Middle-Age
Relationships

Single man's problems not attractive to women


The original subject of today's column was: Is there a stigma attached to people who have been divorced more than once? That question was asked by Jack, 53, a man who divorced four months ago after an eight-year marriage.

He said even divorced women he meets are "raising their eyebrows" at his being married twice.

He said he's real torn up and in therapy and a support group: "The pain still comes and goes. I go for a week or two and think I'm over it, but she calls or I see her on-line and it starts again. It's an emotional rollercoaster."

I was sympathetic to Jack's pain. I suggested it wasn't a stigma he was encountering, but that he hadn't healed and was dating too soon, likely coming off as desperate to the women he meets. However, he hadn't provided enough information so I asked him for more details.

The true issue came to light in his second email.

He wrote, "I was in love and never wavered, even when she was nasty and abusive the last couple of years, according to her, hoping I would leave. Imagine my feeling when I heard that.

"I was too clingy from the start and didn't give her space.

"I was irresponsible with money. She was supporting the household, paying all the bills, keeping her step children and myself on her health insurance policy. I contributed very little financially and she felt a huge inequity. She resented me for it.

"I became dependent on her. The larger problem came when she said I had to get my son out of the house; she couldn't deal with his negative attitude and rambling all the time.

"In June, I had to take custody of my 17-year-old for the first time in nine years. He has Pervasive Developmental Delays; my wife has always called him psychotic.

After he came, she wanted us all out. I had no money and got the first apt I could. Now, our house is selling at a loss, she moved to a nice new apartment and has socially moved on.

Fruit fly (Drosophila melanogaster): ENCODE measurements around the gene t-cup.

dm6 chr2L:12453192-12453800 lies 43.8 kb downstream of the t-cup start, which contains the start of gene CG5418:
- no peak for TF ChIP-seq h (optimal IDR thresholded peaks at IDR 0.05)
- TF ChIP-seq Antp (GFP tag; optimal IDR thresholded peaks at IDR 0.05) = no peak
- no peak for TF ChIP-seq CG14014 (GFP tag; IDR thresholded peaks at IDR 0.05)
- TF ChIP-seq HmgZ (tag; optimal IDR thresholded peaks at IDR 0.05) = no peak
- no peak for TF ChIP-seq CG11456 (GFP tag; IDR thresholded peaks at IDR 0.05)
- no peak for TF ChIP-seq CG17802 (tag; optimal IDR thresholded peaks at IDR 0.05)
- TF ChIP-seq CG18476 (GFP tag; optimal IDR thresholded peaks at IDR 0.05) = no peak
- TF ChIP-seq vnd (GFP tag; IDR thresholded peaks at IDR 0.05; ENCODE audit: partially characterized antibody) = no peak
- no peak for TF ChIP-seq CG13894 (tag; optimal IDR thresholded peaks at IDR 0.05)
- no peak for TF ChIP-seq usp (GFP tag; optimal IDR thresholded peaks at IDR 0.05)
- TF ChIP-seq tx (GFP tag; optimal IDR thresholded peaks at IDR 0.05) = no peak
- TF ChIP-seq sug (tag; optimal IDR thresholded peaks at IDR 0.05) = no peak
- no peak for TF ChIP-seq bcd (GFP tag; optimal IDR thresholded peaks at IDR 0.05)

"Even when we talk now, it's as if we were never in love, but just buddies. It hurts that she feels nothing for me. I was out of the house one week and she was already online dating and talking to other guys despite our agreement to give it a hiatus and try to work things out. She never intended to.

"She is happy now and a cloud has been lifted from her so she is free to 'live, laugh and love' as she wrote on Facebook.

"Complicating matters, I have sons 21 and 18 living with me in a one-bedroom apartment.

"I am trying to move on. It's a very lonely world. I have to focus on getting my kids moving and increasing my income, etc. The grieving has gotten in the way along with what has become an obsession with finding someone new. I don't want to say I'm a mess at this point, but it's very difficult."

After he shared this information, I responded: "Jack, stop trying to find someone new. Women aren't rejecting you because you've been divorced twice, but because of your problems. You are correct; you need to focus on you, your sons, and your income. When you have your life together, you will feel better about yourself, and perhaps then you will be able to find a new relationship.

© 2010, Tom Blake

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Tom Blake is an expert on dating after 50. He has appeared twice on the "Today Show" and has written more than 500 columns on dating and relationships. His "Single Again" column appears in The Orange County Register in southern California, is read worldwide and is often featured on msn.com. He is a professional speaker. He spoke at the national AARP convention in San Diego in 2002, and in Chicago. His book, Middle Aged and Dating Again, is a humorous account of his first year of dating after his third divorce. His second book is Finding Love After 50: How to begin, where to go, what to do. His latest book is titled How 50 Couples Found Love after 50. To ask a question or receive Tom's free weekly column on middle-age dating and relationships by e-mail, click on www.findingloveafter50.com or E-Mail.



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